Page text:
Community World Service Asia is committed to the accountability of all its interventions, and works to ensure that our projects are implemented in a way that is inclusive and participatory.  A key method for engaging and empowering the communities we work with is to form village committees, who play a vital role in liaising between the communities and the project teams, identifying relevant issues and mobilizing the community.  In seven months 24 village health committees were formed in Union Councils.  We are also committed to ensuring that the voices of all affected people are heard, so half of these committees are women’s committees, and are dedicated to highlighting and addressing the needs of women in the area.

Community World Service Asia is working to enhance the livelihoods opportunities of rural artisan women by linking them with students from design institutes in Karachi.  The artisans and students are collaborating to produce innovative designs which combine traditional handicraft skills with the demands and trends of the modern urban market.  The initiative, supported by the Danish Center for Culture and Development, aims to connect these rural artisans to an urban customer base in order to develop a profitable and sustainable source of income.  The project also provides students with an exciting opportunity to share their skills and knowledge, and learn about the cultural and artistic heritage and value of these handicraft traditions.  This month, we spoke with Zehra Ilyas, a fourth year design student at the prestigious Indus Valley School of Art and Architecture, to hear about her experience of the project so far.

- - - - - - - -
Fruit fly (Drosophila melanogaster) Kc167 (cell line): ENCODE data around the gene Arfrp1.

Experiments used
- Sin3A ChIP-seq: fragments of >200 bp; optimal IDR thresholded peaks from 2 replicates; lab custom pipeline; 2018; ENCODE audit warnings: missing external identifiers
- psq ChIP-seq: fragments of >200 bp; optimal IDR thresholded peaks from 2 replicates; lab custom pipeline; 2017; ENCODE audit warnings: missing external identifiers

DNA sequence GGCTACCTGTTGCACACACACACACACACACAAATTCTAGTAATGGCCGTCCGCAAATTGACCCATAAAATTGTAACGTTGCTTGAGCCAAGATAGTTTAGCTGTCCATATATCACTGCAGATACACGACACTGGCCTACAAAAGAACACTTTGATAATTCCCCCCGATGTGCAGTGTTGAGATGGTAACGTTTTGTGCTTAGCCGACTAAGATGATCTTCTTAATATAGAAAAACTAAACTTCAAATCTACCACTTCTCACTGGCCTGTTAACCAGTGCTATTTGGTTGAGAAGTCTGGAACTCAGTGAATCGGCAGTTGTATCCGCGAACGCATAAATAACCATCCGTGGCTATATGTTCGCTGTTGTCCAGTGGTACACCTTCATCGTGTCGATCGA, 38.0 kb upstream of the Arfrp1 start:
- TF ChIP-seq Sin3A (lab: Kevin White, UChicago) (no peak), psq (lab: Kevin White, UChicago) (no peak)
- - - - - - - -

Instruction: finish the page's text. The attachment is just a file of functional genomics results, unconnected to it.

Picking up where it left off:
Q: Why do you think there is a need for such a program that connects women in rural communities with young women like yourself studying design in urban centers?

A: We, as design intervention students, are taught how to sustain crafts that exist in our country and how to help their revival in a way that the livelihoods of the people who are working in rural areas can be improved. We are also benefitting from them in that these types of embroidery are not available all over the world.

Q: What do you feel that you are gaining from your involvement in the project?

A: They [the artisans] are producing a different type of embroidery that no other part of the world can produce. It’s a great thing to have that sort of craft revival in your own country so that you can get linked to your roots and you can do something different from what is already being produced. More specifically, I would like to point out that in a time when there is so much mass production, if there are hand-embroidered products, that of course creates an impact.